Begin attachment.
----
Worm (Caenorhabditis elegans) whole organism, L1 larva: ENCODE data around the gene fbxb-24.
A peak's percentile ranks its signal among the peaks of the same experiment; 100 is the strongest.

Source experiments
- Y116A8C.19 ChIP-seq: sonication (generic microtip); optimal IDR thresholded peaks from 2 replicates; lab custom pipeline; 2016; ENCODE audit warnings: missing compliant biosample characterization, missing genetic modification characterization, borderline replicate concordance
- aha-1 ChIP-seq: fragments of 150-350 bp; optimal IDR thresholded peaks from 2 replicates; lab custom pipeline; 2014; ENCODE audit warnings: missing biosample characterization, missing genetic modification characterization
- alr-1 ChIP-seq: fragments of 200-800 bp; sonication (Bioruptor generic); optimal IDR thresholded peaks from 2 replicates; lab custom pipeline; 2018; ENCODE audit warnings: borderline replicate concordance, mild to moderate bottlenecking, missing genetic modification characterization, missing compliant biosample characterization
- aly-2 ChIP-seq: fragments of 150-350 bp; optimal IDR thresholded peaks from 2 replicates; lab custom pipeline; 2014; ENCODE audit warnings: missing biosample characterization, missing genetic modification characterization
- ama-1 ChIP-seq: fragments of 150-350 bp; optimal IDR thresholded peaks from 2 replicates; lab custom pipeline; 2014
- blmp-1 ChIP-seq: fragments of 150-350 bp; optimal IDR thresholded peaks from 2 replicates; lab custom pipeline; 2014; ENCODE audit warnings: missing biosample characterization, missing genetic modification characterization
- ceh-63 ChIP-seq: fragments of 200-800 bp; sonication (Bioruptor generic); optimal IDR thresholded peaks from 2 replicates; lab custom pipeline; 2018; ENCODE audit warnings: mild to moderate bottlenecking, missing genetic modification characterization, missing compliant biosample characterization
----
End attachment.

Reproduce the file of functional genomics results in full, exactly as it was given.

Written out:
Worm (Caenorhabditis elegans) whole organism, L1 larva: ENCODE data around the gene fbxb-24.
A peak's percentile ranks its signal among the peaks of the same experiment; 100 is the strongest.

Source experiments
- Y116A8C.19 ChIP-seq: sonication (generic microtip); optimal IDR thresholded peaks from 2 replicates; lab custom pipeline; 2016; ENCODE audit warnings: missing compliant biosample characterization, missing genetic modification characterization, borderline replicate concordance
- aha-1 ChIP-seq: fragments of 150-350 bp; optimal IDR thresholded peaks from 2 replicates; lab custom pipeline; 2014; ENCODE audit warnings: missing biosample characterization, missing genetic modification characterization
- alr-1 ChIP-seq: fragments of 200-800 bp; sonication (Bioruptor generic); optimal IDR thresholded peaks from 2 replicates; lab custom pipeline; 2018; ENCODE audit warnings: borderline replicate concordance, mild to moderate bottlenecking, missing genetic modification characterization, missing compliant biosample characterization
- aly-2 ChIP-seq: fragments of 150-350 bp; optimal IDR thresholded peaks from 2 replicates; lab custom pipeline; 2014; ENCODE audit warnings: missing biosample characterization, missing genetic modification characterization
- ama-1 ChIP-seq: fragments of 150-350 bp; optimal IDR thresholded peaks from 2 replicates; lab custom pipeline; 2014
- blmp-1 ChIP-seq: fragments of 150-350 bp; optimal IDR thresholded peaks from 2 replicates; lab custom pipeline; 2014; ENCODE audit warnings: missing biosample characterization, missing genetic modification characterization
- ceh-63 ChIP-seq: fragments of 200-800 bp; sonication (Bioruptor generic); optimal IDR thresholded peaks from 2 replicates; lab custom pipeline; 2018; ENCODE audit warnings: mild to moderate bottlenecking, missing genetic modification characterization, missing compliant biosample characterization